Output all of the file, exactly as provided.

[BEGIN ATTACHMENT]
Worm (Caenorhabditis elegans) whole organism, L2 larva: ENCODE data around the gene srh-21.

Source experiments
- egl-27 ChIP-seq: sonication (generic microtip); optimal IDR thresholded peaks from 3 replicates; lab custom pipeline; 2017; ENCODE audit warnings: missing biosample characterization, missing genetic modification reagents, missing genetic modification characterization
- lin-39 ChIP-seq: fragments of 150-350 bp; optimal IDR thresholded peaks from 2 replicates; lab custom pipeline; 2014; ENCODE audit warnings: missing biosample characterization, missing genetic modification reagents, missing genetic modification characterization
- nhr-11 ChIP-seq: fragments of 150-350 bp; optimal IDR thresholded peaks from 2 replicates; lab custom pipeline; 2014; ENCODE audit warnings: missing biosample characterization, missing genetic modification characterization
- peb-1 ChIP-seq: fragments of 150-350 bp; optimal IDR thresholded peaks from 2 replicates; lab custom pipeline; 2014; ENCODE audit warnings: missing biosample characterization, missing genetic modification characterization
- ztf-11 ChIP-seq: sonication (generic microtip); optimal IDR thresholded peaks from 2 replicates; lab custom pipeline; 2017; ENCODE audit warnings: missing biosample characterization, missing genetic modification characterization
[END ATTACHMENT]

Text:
Worm (Caenorhabditis elegans) whole organism, L2 larva: ENCODE data around the gene srh-21.

Source experiments
- egl-27 ChIP-seq: sonication (generic microtip); optimal IDR thresholded peaks from 3 replicates; lab custom pipeline; 2017; ENCODE audit warnings: missing biosample characterization, missing genetic modification reagents, missing genetic modification characterization
- lin-39 ChIP-seq: fragments of 150-350 bp; optimal IDR thresholded peaks from 2 replicates; lab custom pipeline; 2014; ENCODE audit warnings: missing biosample characterization, missing genetic modification reagents, missing genetic modification characterization
- nhr-11 ChIP-seq: fragments of 150-350 bp; optimal IDR thresholded peaks from 2 replicates; lab custom pipeline; 2014; ENCODE audit warnings: missing biosample characterization, missing genetic modification characterization
- peb-1 ChIP-seq: fragments of 150-350 bp; optimal IDR thresholded peaks from 2 replicates; lab custom pipeline; 2014; ENCODE audit warnings: missing biosample characterization, missing genetic modification characterization
- ztf-11 ChIP-seq: sonication (generic microtip); optimal IDR thresholded peaks from 2 replicates; lab custom pipeline; 2017; ENCODE audit warnings: missing biosample characterization, missing genetic modification characterization